Video: The PR push this weekend will have a strangely missing ingredient
posted at 1:01 pm on November 27, 2013 by Ed Morrissey
And that will be “the price.” This segment on Fox Business with Forbes’ Avik Roy starts off by discussing the continuing security gaps in Healthcare.gov, which leave consumers vulnerable to identity theft by exposing their private data in the exchange. The middle of the segment is even more intriguing, though, as Roy points out that the entities pushing older Americans to “have the talk” with their younger family members is a supreme expression of self-interest — and that “the talk” doesn’t include how younger consumers are getting exploited to subsidize the premium prices of older consumers (via The Corner):
PCWorld warned readers this week about the shockingly substandard data security on Healthcare.gov:
White-hat hackers examine systems, searching for security flaws. But instead of criminally exploiting whatever flaws they find, they report them so that the systems can become more secure. Kennedy is chief executive of TrustedSec, a security company.
On a Monday morning interview on CNBC, Kennedy offered some harsh words about the Obamacare Web site. After noting the well-publicized performance problems, “we basically started poking and prodding and looking at the security, and we found that it was pretty bad all around… Putting your information on there is definitely a risk.”
What could happen to people who use the site should it be compromised? Kennedy warns of “everything from hacking someone’s computer so when you visit the website it actually tries to hack your computer back, all the way to being able to extract email addresses, users names—first name, last name—[and] locations.”
Kennedy testified before Congress last week on the issue, and TrustedSec published a damning report. TrustedSec found “clear indicators that even basic security was not built into the healthcare.gov website.” The report warns “the website has critical risks associated with it and security concerns should be remediated immediately.”
Kennedy explained to CNBC that “When you develop a website, you develop it with security in mind. And it doesn’t appear to have happened this time…It’s really hard to go back and fix the security around it because security wasn’t built into it.”
How long will it take to fix the site? Kennedy estimated on CNBC that ” We’re talking about multiple months to over a year.”
Well, that’ll make for cheery conversation around the Thanksgiving table tomorrow, won’t it? But rather than arm up for a big fight over politics and “the talk,” perhaps we should spend Thanksgiving … being thankful. I know this is a radical concept this year, but in my column at The Week, I make the plea to leave the feast of blessing alone — for the good of the ObamaCare activists, really:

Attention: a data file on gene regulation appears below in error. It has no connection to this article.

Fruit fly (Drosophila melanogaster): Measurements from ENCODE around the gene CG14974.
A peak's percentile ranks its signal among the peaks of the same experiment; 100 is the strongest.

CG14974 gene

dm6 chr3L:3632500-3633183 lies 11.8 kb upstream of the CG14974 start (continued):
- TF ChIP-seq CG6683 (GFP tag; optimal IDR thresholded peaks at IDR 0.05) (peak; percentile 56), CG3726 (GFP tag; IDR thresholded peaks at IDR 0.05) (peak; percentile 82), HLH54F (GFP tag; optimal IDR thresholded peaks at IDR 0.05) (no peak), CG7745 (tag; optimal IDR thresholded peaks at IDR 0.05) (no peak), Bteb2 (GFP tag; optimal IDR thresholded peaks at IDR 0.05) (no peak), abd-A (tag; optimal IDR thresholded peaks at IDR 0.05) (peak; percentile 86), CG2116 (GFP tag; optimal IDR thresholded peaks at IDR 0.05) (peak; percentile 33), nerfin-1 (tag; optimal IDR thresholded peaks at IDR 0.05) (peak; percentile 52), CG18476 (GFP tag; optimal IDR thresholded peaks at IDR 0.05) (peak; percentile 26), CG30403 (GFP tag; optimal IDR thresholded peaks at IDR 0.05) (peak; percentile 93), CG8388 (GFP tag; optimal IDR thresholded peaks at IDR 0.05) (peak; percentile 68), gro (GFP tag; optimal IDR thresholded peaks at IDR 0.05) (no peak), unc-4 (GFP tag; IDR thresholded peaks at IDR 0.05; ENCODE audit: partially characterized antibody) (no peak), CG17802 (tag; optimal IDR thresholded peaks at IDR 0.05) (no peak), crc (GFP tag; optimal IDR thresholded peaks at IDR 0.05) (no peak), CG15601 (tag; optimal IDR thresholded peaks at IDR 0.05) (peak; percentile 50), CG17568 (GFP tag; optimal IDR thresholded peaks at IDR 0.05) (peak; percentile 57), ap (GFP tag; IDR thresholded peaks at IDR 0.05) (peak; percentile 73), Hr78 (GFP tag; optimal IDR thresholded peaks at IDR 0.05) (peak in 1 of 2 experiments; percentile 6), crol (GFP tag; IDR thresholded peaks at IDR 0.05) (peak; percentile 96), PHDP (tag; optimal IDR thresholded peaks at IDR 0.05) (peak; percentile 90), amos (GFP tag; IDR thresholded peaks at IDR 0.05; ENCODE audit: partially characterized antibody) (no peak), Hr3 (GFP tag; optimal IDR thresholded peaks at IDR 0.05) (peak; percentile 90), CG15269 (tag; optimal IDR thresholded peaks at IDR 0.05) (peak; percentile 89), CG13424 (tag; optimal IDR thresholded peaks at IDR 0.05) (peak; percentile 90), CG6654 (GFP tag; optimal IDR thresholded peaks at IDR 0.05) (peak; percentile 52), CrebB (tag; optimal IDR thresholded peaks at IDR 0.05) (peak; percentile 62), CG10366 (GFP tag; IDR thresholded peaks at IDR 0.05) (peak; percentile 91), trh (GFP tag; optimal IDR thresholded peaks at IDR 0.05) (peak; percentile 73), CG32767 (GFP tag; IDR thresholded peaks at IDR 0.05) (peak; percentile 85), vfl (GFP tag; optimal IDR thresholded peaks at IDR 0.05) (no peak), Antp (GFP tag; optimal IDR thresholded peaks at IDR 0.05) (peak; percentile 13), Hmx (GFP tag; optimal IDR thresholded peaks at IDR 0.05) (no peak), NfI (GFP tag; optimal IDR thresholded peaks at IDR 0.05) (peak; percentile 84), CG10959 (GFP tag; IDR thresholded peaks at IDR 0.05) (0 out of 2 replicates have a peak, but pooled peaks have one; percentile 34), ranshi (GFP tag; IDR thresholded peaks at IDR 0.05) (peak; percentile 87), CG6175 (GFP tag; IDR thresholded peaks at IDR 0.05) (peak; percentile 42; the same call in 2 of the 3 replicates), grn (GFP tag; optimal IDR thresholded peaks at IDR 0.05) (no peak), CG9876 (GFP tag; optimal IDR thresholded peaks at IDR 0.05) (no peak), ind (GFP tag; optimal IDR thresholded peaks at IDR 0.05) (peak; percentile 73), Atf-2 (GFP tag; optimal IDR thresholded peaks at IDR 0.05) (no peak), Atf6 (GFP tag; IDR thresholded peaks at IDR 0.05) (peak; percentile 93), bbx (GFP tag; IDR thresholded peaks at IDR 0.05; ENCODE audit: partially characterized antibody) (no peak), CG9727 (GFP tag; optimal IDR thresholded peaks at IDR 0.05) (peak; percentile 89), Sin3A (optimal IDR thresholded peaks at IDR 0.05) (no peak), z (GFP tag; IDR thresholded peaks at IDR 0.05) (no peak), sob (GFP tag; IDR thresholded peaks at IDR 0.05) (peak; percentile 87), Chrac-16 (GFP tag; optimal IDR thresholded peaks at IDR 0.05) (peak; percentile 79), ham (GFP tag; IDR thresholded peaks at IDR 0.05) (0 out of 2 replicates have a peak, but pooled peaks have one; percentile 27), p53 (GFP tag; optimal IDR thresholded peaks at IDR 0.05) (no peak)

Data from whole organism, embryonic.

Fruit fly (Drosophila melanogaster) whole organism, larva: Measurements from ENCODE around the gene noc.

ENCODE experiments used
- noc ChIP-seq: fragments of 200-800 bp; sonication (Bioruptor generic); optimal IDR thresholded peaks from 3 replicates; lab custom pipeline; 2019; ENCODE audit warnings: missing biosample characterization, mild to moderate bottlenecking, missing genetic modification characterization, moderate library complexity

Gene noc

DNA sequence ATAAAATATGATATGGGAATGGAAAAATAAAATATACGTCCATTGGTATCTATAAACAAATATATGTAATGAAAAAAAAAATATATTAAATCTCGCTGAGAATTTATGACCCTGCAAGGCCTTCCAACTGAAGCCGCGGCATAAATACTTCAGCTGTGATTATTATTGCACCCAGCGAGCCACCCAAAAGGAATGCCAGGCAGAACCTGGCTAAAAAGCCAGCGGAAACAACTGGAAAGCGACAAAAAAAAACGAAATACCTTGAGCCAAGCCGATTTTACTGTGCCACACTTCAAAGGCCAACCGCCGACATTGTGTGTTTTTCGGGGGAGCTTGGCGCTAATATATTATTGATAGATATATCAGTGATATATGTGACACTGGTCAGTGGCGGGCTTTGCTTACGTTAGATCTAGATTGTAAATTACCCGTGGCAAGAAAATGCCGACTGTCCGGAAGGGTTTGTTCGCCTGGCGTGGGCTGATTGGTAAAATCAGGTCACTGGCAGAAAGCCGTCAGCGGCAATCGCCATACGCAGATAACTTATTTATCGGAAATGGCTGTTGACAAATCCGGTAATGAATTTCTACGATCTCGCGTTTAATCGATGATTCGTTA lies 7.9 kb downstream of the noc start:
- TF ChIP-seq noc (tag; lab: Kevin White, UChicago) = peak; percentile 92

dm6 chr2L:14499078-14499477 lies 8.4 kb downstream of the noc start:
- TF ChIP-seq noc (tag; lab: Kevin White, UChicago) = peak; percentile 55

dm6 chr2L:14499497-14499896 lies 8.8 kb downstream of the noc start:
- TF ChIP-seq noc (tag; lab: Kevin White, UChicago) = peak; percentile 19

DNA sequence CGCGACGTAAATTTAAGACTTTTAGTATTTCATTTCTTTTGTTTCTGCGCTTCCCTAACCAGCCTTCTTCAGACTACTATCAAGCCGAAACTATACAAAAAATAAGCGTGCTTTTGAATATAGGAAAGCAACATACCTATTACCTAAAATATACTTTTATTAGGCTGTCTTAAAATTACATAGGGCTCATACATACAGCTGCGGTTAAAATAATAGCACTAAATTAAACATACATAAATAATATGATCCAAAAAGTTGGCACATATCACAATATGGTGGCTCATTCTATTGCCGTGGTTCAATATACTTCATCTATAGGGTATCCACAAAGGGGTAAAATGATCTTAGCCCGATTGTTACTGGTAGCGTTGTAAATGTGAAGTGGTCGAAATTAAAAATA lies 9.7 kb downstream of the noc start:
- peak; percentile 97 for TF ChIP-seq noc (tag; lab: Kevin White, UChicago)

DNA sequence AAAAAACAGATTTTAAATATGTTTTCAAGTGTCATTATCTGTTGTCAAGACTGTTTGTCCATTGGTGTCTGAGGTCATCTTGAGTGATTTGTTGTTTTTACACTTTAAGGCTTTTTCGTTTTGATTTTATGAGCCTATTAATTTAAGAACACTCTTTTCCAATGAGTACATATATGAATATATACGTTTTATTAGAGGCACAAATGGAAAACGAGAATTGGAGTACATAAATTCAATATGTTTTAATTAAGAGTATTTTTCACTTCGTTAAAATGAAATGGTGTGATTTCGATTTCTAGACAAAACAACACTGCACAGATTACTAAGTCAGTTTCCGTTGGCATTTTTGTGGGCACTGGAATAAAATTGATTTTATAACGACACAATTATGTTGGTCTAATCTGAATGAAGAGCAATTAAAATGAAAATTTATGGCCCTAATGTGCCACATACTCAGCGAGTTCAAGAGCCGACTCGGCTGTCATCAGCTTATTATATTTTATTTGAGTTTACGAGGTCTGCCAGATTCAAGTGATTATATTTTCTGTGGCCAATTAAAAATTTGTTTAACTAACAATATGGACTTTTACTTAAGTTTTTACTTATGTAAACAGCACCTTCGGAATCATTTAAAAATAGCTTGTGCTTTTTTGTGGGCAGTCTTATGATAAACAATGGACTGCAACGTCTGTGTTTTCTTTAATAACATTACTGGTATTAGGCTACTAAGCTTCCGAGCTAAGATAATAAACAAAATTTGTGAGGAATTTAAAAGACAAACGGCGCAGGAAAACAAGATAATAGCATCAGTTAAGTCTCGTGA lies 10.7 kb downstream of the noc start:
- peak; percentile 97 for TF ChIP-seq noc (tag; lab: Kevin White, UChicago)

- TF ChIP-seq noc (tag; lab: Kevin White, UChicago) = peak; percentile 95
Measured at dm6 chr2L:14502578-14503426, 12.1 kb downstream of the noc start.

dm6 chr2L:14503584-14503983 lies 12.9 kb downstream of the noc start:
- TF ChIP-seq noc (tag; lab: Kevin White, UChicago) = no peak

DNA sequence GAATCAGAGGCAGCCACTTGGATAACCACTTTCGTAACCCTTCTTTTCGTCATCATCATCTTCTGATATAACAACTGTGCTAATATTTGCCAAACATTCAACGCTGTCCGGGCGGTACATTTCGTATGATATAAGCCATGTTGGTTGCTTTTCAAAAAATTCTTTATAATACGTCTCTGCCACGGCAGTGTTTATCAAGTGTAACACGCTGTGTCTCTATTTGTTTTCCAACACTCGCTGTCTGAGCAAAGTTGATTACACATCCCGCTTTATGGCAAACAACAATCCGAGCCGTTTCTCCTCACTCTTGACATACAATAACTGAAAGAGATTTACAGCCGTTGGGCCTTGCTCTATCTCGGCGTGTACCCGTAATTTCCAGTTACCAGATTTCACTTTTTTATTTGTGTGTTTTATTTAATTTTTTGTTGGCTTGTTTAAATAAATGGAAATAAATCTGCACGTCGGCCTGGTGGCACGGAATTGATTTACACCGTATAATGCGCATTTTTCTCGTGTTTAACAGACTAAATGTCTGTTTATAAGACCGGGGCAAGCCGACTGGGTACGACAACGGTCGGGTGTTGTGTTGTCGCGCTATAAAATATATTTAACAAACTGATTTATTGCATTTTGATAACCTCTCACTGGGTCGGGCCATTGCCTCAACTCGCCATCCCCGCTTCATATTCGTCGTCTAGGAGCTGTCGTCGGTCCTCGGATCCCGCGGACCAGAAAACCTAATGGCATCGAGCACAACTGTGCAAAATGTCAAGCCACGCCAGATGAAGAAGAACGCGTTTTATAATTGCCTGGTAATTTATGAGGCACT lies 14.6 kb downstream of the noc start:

Organizing for America expects a lot more from the president’s supporters than a placemat on the table. OFA (at the URL barackobama.com, no less) has an extensive, four-step process designed to force family members into discussing and debating the merits of the Affordable Care Act, better known as ObamaCare — and as a disaster for the White House and Democrats. Millions have lost coverage thanks to the mandates in the individual markets, and at least 14 million more may lose their employer-based coverage by next Thanksgiving.
Given these conditions, urging activists to “have the talk” with family and friends seems almost like a suicide mission. Step 3 provides helpful conversation starters, such as, “Have you thought about signing up for health insurance on the new marketplace?” This suggests that people have achoice in doing so, as though it’s a helpful elective for regular folks. ObamaCare forces those not covered in employer-based group plans to enroll through their web portal or directly through insurers by the end of the year, or face a fine. With all of the news about the failures of the front end of the website, most of those who have no choice probably want to postpone it as long as possible — especially since the back-end functions of the site either don’t exist or don’t work properly yet. In fact, the White House just announced that its December 1 deadline for “full functionality” has changed to an expectation of somewhat fewer periods of “suboptimal performance.”
That brings us to the next icebreaker suggested by OFA: “Would you like to take some time with me to sign up right now?” Based on the performance of the Healthcare.gov website, “some time” might mean “we’ll miss dinner and dessert and still not get enrolled.” OFA then tells its activists to “ask them to make a plan, and commit to it,” when the people who had 42 months to deliver a web portal not only couldn’t succeed in meeting their own self-imposed deadline, they couldn’t stick to the fallback repair date, either. The Obama administration has attempted to defend its abject failure by citing the complexity of the project and its infrastructure. OFA, however, considers complexity for users in the face of all this dysfunction a “misconception,” for which it offers activists a scripted rebuttal.
This Thanksgiving, may our readers have the blessing of avoiding such table talk. We have plenty of time to debate the issues of the day. Let’s spend one day — just one — appreciating each other for who we are, rather than for our policy positions.
Do it for the children.